Shiva Thapa hopeful of more Indian boxers in Rio

"In the London Olympics there were so many boxers and Vijender Singh gave Indian boxing a face (to be proud of). I am hopeful that more boxers will qualify for the Rio Games as some qualifiers are left (to make the grade)," said Shiv Thapa.

Shiv Thapa will participate in his second Olympics after he became the youngest Indian boxer to qualify for the event in 2012.   -  R. V. Moorthy

Shiva Thapa, the lone Indian boxer to have qualified for Olympics so far, said he is hopeful that more boxers will make the cut for Rio even though only one qualifying event is left on the calendar.

“In the London Olympics there were so many boxers and Vijender Singh gave Indian boxing a face (to be proud of). I am hopeful that more boxers will qualify for the Rio Games as some qualifiers are left (to make the grade),” said the 22-year-old boxer on Monday after being felicitated by the NGO Olympic Gold Quest along with eight other Rio-bound sportspersons.

It will be the second Olympics for Thapa after he became the youngest Indian boxer to qualify for the Olympics in 2012.

“I am totally focused and working really hard (for the Olympics). The last four years have just flown and I have learnt a lot. I am looking forward to the Rio Games and I am pretty sure that we (Indian contingent) will bring more medals than in the last Olympics,” said the Guwahati-born boxer.

Thapa is sad as he had to fight in the Asian qualifiers, where he won a silver, under world body (International Boxing Association) AIBA’s flag due to the absence of an elected boxing federation in India.

“It felt sad that we were not fighting under our country’s flag. It’s very important to represent the country and fight under its flag. Now AIBA has allowed us to fight under the Indian flag in Rio and I am feeling better,” said Thapa, who aims to follow Vijender’s footsteps and turn professional.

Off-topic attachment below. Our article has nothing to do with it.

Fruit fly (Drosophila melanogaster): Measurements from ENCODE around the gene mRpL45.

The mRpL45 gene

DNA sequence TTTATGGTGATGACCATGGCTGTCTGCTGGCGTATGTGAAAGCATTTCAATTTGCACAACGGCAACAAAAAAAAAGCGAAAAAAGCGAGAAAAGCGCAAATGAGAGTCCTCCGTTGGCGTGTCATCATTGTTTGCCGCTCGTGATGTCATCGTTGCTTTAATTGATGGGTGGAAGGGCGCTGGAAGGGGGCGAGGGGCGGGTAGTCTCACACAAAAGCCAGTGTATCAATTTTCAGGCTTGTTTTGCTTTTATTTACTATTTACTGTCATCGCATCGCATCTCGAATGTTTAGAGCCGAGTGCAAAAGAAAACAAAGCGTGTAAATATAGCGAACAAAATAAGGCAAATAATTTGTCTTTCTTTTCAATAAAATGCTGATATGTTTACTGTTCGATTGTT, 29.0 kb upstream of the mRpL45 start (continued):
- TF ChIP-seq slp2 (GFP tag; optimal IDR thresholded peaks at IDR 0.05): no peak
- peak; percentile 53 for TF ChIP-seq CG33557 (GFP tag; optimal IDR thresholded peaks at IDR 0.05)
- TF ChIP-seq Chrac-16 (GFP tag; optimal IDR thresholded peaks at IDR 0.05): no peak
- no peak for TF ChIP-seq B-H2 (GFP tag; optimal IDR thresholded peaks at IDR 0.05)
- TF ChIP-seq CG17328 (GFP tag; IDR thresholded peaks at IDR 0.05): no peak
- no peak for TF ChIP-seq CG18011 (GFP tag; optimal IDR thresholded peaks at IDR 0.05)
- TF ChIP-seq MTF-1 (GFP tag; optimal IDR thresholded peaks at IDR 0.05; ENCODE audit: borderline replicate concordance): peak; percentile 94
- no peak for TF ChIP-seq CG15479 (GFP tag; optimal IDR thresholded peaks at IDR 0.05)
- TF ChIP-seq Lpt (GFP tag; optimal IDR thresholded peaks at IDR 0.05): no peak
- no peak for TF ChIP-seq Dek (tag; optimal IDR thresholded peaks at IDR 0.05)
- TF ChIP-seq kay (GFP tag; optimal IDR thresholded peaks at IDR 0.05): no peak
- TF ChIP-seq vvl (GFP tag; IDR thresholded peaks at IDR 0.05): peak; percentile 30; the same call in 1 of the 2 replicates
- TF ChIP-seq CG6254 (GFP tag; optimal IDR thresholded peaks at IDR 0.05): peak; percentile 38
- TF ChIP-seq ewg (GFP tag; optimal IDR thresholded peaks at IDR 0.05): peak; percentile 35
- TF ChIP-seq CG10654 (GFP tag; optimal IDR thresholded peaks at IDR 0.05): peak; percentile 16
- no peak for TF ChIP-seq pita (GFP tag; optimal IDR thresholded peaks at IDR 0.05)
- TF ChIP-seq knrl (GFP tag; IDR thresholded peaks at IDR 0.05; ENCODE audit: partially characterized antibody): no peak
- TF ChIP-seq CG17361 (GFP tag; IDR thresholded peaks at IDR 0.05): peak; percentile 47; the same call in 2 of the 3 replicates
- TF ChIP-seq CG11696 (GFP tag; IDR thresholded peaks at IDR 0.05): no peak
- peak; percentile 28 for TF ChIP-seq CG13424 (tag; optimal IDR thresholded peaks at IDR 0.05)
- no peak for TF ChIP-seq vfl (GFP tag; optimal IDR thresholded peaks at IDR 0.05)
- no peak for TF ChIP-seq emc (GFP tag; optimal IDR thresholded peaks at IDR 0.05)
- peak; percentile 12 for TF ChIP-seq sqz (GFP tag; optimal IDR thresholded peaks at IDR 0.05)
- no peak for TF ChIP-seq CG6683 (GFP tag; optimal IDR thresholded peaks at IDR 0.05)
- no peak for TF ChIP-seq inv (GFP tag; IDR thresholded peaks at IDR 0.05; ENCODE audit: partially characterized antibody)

Pistol shooter Jitu Rai, the Incheon Asian Games champion, sounded confident about Rio. His performance, this year, has been inconsistent after a great 2014 when he won both the Commonwealth Games (Glasgow) and Asian Games gold medal.

“I am happy my performance has not gone down too much. Yes it has been up and down, but that happens to even a world champion,” said Rai who is also supported by OGQ, which is co-founded by sports legends Prakash Padukone and Geet Sethi.

Rai, who clinched the gold medal in the ISSF World Cup in March, said he was happy to have taken part in the subsequent ISSF World Cup in Rio last month.

“The 10m and 50m ranges are adjacent to one another and there was a lot of disturbance. The targets were also different,” said Rai, who stood sixth in the Rio event after making the finals.

Women shooters Heena Sidhu, taking part in her second Games, was confident of putting up a good show in Rio.

“It feels like it's my first Olympics. Two months to go and we are on the right track,” said Heena, a former world no.1 in 10m air pistol.

“I am trying to better my performance. I have bought a new air rifle and a new kit and have got used to them. I did decently in Rio after not doing too well in Munich,” said Apurvi who will train in Moscow along with ace marksmen Gagan Narang and Chain Singh.

“We have converted frustration and criticism into hope. I don't want to delve into negativity regarding any selection process. Different federations have different selection processes. We (OGQ) are to support the efforts of the government and federations,” said Sethi while refusing to be drawn into the Sushil Kumar-Narsingh Yadav controversy.